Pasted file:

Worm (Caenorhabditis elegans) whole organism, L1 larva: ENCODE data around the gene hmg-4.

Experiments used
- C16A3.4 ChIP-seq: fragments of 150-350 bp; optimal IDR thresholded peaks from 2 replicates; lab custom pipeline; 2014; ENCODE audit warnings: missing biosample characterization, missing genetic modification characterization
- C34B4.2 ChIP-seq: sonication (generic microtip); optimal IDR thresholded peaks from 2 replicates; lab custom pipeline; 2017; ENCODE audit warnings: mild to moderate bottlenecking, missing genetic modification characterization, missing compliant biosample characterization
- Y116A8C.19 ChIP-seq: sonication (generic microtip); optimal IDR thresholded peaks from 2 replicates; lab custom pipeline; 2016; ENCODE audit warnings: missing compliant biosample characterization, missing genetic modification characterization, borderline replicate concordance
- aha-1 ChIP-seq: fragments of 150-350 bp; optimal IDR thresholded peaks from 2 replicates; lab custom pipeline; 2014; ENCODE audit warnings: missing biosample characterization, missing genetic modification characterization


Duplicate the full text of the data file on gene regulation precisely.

Worm (Caenorhabditis elegans) whole organism, L1 larva: ENCODE data around the gene hmg-4.

Experiments used
- C16A3.4 ChIP-seq: fragments of 150-350 bp; optimal IDR thresholded peaks from 2 replicates; lab custom pipeline; 2014; ENCODE audit warnings: missing biosample characterization, missing genetic modification characterization
- C34B4.2 ChIP-seq: sonication (generic microtip); optimal IDR thresholded peaks from 2 replicates; lab custom pipeline; 2017; ENCODE audit warnings: mild to moderate bottlenecking, missing genetic modification characterization, missing compliant biosample characterization
- Y116A8C.19 ChIP-seq: sonication (generic microtip); optimal IDR thresholded peaks from 2 replicates; lab custom pipeline; 2016; ENCODE audit warnings: missing compliant biosample characterization, missing genetic modification characterization, borderline replicate concordance
- aha-1 ChIP-seq: fragments of 150-350 bp; optimal IDR thresholded peaks from 2 replicates; lab custom pipeline; 2014; ENCODE audit warnings: missing biosample characterization, missing genetic modification characterization